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Thread: Lightwave 2019 grainy motion blur

  1. #1
    Wary Lamb Rejoining Flock Scott Gammans's Avatar
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    Lightwave 2019 grainy motion blur

    I am going a bit mad trying to increase the quality of motion blur in a 104-frame Lightwave 2019.0.3 scene that uses the Perspective camera and an object in motion that is surfaced with a mixture of Principled BSDF, Dielectric, and Conductor materials. There are no particles or volumetrics in the scene.

    The object (from the POV of the camera) enters the scene from the upper left corner of the frame and flies towards and under the camera to exit the lower right corner of the scene by frame 104. The object is not deforming, just bookin’ along at about 190 MPH (relative to the camera), so there’s considerable motion blur that occurs towards the end, but it looks very “granular” at the edges of the model, and no matter what I try I cannot seem to get the darn thing to smooth out.

    Coming from Lightwave 9.6 to 2019, I am more than a little confused by which settings I need to tweak. Adding more subframes does not seem to do anything, and I don’t want to increase the blur length past 50% (it doesn’t look right). The scene is being rendered with global illumination and a single area light. GI isn’t flickering (thank the maker), so it’s all down to fixing the blur and I’m good to go.

    Motion Blur settings:
    • Particle Blur - off
    • Blur Length - 50%
    • Subframes - I’ve gone as high as 24; doesn’t seem to have any effect
    • Shutter Open - 0%
    • Shutter Efficiency - 100%
    • Rolling Shutter - 0%


    Anti-aliasing settings:
    • Minimum Samples - 1
    • Maximum Samples - 32
    • Adaptive Sampling - enabled
    • Threshold - 0.01
    • Filter Radius - 0.1
    • All render buffers using Gaussian reconstruction


    GI:
    • Interpolated - enabled
    • Primary Rays - 1500
    • Secondary Rays - 500
    • Minimum Pixel Spacing - 5
    • Maximum Pixel Spacing - 10
    • Angular Tolerance - 45%
    • Interpolation Softness - 100%
    • Behind Test - enabled
    • Use Bumps - off
    • Animation - enabled
    • Frame Step - 1
    • Scene is baked and locked prior to rendering


    Other render settings:
    • Area Light Samples - 4
    • Diffuse Bounces - 2
    • Ray Recursion Limit - 6
    • Transparency Recursion Limit - 6
    • Reflection Recursion Limit - 4
    • Refraction Recursion Limit - 4
    • Ray Precision - 6.0
    • Reflection Samples - 6
    • Refraction Samples - 6 (I have noticed that upping this improves the graininess on translucent materials...)
    • Subsurface Scattering Samples - 1
    • Enable Despike - off
    • Noise Filter - off (I really hope this isn't the problem... the noise filter seems to really soften the rendered images...)


    Any suggestions?? Thanks!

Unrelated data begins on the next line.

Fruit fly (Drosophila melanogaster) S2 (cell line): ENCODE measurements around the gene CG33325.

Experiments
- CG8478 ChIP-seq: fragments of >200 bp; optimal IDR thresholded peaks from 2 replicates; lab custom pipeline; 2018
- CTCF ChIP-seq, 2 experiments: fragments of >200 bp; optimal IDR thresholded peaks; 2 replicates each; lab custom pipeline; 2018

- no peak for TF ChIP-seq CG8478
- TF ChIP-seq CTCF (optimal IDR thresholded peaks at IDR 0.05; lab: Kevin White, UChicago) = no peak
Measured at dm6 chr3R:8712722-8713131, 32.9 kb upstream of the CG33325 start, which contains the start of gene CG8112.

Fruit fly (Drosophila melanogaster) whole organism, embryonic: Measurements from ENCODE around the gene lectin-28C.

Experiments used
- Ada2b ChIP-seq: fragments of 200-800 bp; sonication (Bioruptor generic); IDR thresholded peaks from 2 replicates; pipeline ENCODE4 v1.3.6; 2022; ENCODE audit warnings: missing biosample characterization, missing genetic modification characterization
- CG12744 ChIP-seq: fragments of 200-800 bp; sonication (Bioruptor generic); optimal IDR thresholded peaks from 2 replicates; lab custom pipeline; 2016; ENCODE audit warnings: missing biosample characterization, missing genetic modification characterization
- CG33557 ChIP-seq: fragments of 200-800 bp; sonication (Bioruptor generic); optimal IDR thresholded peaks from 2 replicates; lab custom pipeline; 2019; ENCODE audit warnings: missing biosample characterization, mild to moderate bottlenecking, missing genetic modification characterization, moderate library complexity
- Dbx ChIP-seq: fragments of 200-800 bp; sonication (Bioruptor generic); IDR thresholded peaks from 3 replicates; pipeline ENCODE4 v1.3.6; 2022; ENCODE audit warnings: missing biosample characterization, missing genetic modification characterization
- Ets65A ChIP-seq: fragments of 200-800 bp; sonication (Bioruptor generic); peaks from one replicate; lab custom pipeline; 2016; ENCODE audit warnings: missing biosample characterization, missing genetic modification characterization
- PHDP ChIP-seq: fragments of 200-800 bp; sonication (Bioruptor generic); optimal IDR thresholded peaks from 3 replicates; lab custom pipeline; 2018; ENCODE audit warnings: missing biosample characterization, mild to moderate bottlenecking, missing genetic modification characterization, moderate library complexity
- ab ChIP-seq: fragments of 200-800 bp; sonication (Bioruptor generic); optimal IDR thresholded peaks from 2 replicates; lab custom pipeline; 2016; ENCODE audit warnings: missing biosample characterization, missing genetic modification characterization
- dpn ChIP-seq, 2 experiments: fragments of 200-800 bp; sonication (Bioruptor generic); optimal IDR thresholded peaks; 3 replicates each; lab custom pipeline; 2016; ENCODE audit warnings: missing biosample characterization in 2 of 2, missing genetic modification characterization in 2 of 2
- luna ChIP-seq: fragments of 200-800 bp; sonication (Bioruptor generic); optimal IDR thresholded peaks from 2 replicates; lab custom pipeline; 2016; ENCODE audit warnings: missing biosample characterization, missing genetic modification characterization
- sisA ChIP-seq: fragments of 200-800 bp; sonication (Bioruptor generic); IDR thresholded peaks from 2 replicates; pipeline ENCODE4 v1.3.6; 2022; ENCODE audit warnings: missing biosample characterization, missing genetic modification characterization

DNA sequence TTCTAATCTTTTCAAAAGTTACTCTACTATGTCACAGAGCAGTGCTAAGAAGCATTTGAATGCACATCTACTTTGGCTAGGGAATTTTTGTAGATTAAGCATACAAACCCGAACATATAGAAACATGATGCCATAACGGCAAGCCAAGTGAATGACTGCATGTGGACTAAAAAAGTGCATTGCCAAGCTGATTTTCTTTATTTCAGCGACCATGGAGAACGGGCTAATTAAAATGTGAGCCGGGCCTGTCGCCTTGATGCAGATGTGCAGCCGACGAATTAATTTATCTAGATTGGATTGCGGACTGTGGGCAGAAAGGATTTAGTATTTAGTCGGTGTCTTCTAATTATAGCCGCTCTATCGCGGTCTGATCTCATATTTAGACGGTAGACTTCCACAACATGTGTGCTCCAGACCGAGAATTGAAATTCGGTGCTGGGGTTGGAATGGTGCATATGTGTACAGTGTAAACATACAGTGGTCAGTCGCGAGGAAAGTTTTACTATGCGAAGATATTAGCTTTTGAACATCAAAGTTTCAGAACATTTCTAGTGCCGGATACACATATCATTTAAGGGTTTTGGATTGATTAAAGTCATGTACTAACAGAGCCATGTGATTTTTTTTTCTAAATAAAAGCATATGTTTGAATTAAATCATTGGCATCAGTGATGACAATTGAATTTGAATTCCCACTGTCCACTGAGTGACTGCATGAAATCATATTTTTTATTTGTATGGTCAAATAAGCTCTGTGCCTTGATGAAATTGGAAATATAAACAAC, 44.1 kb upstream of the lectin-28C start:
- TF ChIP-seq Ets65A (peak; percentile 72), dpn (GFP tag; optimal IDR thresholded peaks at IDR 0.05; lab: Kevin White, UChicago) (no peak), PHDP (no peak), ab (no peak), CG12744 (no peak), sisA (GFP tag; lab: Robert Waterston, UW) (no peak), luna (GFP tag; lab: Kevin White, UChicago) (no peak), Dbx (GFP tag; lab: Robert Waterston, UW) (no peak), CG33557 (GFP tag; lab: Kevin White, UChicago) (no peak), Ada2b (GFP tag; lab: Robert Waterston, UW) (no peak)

Last edited by Scott Gammans; 06-28-2019 at 05:41 AM. Reason: Added some additional settings

  2. #2
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    If the graininess you don't like is when the Object is speeding past close to the Camera, you might have some luck putting an Envelope on the Subframes to increase the subframe count substantially as the Object passes the Camera. Maybe 20 subframes when the Object first enters the frame, and then 200-300 when it's passing close to the Camera.

    For an animation, I don't think it's useful to look at single frames as if they were separate entities. The whole point of Motion Blur is to interpolate the distance the object moves along its path while the camera shutter is open. So, for an animation, I'd recommend looking at the sequence at full speed to see if the simulated motion blur produced by LW is acceptable rather than looking at the individual frames.

    Good luck!
    mTp

  3. #3
    Goes bump in the night RebelHill's Avatar
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    MB is a camera effect... as such, the only real fix is more camera samples. For extreme blurs, they might need to go very high (like 100+). Ofc, that'll be something of a killer rendertime wise, so I'd recommend only rendering out those few frames at such high a setting where it's needed.

    Also, or instead, you can increase the filter radius substantially (like 1.5 to 3). This will just blur the crap outta your render, so again best used on just those frames where its needed.
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  4. #4
    Wary Lamb Rejoining Flock Scott Gammans's Avatar
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    Excellent suggestions and good point regarding trying to evaluate the look just from one frame.

    I’ve noticed the Conductor and DiElectric materials (and the Principled BSDF materials with low roughness/high specularity) often cause a lot of “sparklies”, but I think that’s the phenomenon reported in another thread so I’ll try the recommendations over there.

    Thanks guys.

  5. #5
    Quote Originally Posted by Scott Gammans View Post
    Excellent suggestions and good point regarding trying to evaluate the look just from one frame.

    I’ve noticed the Conductor and DiElectric materials (and the Principled BSDF materials with low roughness/high specularity) often cause a lot of “sparklies”, but I think that’s the phenomenon reported in another thread so I’ll try the recommendations over there.

    Thanks guys.
    Another good option is to save the Motion buffer when rendering. This way you can render without motion blur and then do it in post, where you can get a smooth look without increasing your render times. You will need something like Real Smart Motion Blur plugin if you are comping in After Effects.

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